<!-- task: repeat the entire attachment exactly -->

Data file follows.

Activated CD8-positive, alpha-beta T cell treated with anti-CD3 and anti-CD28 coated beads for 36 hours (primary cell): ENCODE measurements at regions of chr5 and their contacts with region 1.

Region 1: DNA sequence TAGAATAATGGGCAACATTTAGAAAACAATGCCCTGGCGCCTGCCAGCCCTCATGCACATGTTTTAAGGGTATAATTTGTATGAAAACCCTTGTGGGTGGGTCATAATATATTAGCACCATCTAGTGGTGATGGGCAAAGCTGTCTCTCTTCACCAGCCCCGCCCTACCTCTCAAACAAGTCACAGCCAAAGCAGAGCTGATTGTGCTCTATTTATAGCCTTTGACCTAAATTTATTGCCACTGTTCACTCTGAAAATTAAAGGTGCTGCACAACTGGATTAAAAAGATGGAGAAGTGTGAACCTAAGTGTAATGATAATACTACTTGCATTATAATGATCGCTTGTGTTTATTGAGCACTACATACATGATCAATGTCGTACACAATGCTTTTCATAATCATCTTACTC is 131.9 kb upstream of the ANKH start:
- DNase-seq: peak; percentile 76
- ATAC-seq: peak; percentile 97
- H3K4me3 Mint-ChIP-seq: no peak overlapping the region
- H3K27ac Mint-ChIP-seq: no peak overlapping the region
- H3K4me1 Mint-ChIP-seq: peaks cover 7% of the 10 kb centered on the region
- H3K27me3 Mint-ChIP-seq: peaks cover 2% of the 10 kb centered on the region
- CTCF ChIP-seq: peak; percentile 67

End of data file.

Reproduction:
Activated CD8-positive, alpha-beta T cell treated with anti-CD3 and anti-CD28 coated beads for 36 hours (primary cell): ENCODE measurements at regions of chr5 and their contacts with region 1.

Region 1: DNA sequence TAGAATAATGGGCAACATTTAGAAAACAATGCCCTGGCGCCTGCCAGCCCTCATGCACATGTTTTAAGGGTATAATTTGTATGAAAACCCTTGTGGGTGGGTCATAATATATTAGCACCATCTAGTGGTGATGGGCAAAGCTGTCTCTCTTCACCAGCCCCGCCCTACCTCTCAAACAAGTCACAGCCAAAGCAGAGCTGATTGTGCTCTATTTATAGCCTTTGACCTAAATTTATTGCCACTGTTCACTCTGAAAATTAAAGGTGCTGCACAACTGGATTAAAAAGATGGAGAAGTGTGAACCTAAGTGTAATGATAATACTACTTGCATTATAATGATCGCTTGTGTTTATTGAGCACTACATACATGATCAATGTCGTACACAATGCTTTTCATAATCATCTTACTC is 131.9 kb upstream of the ANKH start:
- DNase-seq: peak; percentile 76
- ATAC-seq: peak; percentile 97
- H3K4me3 Mint-ChIP-seq: no peak overlapping the region
- H3K27ac Mint-ChIP-seq: no peak overlapping the region
- H3K4me1 Mint-ChIP-seq: peaks cover 7% of the 10 kb centered on the region
- H3K27me3 Mint-ChIP-seq: peaks cover 2% of the 10 kb centered on the region
- CTCF ChIP-seq: peak; percentile 67